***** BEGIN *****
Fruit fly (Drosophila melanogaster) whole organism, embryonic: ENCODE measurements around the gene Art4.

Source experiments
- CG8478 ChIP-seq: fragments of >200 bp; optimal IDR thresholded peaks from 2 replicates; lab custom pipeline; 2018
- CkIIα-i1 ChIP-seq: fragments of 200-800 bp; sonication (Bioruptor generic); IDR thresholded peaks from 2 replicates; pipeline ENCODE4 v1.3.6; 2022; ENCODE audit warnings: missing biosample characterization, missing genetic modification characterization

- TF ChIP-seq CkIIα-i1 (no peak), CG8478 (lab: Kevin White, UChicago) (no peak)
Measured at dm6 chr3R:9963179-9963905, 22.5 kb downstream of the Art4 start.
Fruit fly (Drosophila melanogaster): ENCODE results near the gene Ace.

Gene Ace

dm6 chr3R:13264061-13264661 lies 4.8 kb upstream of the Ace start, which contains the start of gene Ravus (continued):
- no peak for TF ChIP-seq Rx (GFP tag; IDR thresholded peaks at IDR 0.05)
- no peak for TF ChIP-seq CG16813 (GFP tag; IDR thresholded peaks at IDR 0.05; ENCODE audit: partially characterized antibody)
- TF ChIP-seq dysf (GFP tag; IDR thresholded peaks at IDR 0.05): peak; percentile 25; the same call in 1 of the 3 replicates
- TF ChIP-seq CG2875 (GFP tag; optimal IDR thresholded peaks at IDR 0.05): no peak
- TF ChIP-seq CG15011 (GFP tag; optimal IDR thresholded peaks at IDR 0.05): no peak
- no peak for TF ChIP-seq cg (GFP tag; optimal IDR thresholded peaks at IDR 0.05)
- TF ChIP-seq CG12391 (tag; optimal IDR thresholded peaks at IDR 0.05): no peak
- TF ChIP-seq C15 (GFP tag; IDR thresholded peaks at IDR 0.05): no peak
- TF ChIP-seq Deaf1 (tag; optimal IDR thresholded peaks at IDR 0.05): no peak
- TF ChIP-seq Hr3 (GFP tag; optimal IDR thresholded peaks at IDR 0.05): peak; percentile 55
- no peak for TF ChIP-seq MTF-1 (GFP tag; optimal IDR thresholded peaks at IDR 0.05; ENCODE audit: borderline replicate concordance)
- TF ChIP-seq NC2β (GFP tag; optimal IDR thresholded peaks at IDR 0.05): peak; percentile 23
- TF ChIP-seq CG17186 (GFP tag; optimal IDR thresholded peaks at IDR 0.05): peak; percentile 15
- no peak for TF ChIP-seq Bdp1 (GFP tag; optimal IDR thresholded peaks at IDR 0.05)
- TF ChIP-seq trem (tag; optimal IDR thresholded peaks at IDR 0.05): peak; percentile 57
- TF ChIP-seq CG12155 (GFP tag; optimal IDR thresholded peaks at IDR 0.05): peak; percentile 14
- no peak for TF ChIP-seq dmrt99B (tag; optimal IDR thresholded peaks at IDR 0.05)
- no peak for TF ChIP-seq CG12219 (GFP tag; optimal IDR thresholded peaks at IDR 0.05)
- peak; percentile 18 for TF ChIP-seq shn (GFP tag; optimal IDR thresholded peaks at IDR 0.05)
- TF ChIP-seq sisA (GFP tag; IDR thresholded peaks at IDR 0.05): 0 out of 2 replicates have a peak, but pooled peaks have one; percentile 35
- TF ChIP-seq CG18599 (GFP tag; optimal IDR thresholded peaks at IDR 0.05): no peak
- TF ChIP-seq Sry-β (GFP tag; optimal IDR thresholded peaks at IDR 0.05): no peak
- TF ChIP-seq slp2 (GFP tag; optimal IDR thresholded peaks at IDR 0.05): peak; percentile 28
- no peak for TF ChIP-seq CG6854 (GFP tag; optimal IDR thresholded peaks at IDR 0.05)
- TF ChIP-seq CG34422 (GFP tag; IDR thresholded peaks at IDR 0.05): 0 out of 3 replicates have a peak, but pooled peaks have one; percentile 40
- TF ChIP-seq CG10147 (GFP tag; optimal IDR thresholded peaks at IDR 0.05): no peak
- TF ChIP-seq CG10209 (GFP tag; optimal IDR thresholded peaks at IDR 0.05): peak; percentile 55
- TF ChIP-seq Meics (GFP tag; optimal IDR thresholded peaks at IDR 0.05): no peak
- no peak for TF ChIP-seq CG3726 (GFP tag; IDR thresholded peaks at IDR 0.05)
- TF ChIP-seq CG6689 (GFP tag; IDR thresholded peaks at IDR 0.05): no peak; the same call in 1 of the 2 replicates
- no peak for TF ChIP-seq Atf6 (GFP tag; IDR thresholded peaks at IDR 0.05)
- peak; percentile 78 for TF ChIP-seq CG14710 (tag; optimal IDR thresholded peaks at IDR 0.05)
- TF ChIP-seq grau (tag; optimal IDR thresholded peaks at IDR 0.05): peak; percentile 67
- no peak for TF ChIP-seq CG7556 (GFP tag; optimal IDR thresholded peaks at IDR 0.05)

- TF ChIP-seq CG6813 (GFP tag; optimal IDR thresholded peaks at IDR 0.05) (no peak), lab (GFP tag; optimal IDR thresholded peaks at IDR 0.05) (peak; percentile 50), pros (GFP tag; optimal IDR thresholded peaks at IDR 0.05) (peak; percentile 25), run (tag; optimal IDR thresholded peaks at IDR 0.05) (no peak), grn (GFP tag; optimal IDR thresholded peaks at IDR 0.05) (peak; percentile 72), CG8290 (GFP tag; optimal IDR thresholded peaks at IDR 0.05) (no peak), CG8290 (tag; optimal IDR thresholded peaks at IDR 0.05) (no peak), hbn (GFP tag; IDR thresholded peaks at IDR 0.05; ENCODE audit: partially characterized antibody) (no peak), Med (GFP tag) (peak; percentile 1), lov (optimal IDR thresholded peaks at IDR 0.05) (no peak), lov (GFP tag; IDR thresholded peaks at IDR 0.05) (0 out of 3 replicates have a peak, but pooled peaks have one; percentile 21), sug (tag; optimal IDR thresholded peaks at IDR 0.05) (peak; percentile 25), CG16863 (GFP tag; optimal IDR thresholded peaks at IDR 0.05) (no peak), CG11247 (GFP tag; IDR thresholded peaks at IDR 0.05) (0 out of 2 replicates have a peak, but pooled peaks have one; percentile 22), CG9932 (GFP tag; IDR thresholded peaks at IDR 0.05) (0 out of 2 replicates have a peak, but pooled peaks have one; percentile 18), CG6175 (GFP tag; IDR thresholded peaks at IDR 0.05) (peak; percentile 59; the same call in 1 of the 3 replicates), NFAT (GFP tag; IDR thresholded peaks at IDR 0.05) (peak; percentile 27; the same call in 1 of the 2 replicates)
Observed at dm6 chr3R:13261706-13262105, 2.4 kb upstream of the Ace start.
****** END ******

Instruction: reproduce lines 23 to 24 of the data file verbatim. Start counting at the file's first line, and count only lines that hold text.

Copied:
- no peak for TF ChIP-seq Bdp1 (GFP tag; optimal IDR thresholded peaks at IDR 0.05)
- TF ChIP-seq trem (tag; optimal IDR thresholded peaks at IDR 0.05): peak; percentile 57